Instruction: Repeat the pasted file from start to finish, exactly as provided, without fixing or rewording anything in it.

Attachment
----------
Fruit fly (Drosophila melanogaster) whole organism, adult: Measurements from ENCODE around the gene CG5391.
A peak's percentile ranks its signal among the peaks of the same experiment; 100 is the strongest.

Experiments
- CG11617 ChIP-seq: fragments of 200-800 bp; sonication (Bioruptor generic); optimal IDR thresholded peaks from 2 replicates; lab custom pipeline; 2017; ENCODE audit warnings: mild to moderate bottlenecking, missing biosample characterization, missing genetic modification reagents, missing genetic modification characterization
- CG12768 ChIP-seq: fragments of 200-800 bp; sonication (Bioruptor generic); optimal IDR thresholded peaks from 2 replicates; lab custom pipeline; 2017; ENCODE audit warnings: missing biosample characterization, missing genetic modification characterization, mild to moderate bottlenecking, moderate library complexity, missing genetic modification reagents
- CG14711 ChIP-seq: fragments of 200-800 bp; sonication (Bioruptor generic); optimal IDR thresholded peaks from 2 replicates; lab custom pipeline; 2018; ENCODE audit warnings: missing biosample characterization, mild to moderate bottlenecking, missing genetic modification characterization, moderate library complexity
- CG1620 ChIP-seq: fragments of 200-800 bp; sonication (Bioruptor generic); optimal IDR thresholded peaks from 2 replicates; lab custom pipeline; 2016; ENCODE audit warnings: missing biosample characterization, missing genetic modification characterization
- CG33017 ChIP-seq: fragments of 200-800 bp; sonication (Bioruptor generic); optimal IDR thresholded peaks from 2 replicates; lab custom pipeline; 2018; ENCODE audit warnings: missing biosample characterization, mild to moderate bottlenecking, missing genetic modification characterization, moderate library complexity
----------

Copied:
Fruit fly (Drosophila melanogaster) whole organism, adult: Measurements from ENCODE around the gene CG5391.
A peak's percentile ranks its signal among the peaks of the same experiment; 100 is the strongest.

Experiments
- CG11617 ChIP-seq: fragments of 200-800 bp; sonication (Bioruptor generic); optimal IDR thresholded peaks from 2 replicates; lab custom pipeline; 2017; ENCODE audit warnings: mild to moderate bottlenecking, missing biosample characterization, missing genetic modification reagents, missing genetic modification characterization
- CG12768 ChIP-seq: fragments of 200-800 bp; sonication (Bioruptor generic); optimal IDR thresholded peaks from 2 replicates; lab custom pipeline; 2017; ENCODE audit warnings: missing biosample characterization, missing genetic modification characterization, mild to moderate bottlenecking, moderate library complexity, missing genetic modification reagents
- CG14711 ChIP-seq: fragments of 200-800 bp; sonication (Bioruptor generic); optimal IDR thresholded peaks from 2 replicates; lab custom pipeline; 2018; ENCODE audit warnings: missing biosample characterization, mild to moderate bottlenecking, missing genetic modification characterization, moderate library complexity
- CG1620 ChIP-seq: fragments of 200-800 bp; sonication (Bioruptor generic); optimal IDR thresholded peaks from 2 replicates; lab custom pipeline; 2016; ENCODE audit warnings: missing biosample characterization, missing genetic modification characterization
- CG33017 ChIP-seq: fragments of 200-800 bp; sonication (Bioruptor generic); optimal IDR thresholded peaks from 2 replicates; lab custom pipeline; 2018; ENCODE audit warnings: missing biosample characterization, mild to moderate bottlenecking, missing genetic modification characterization, moderate library complexity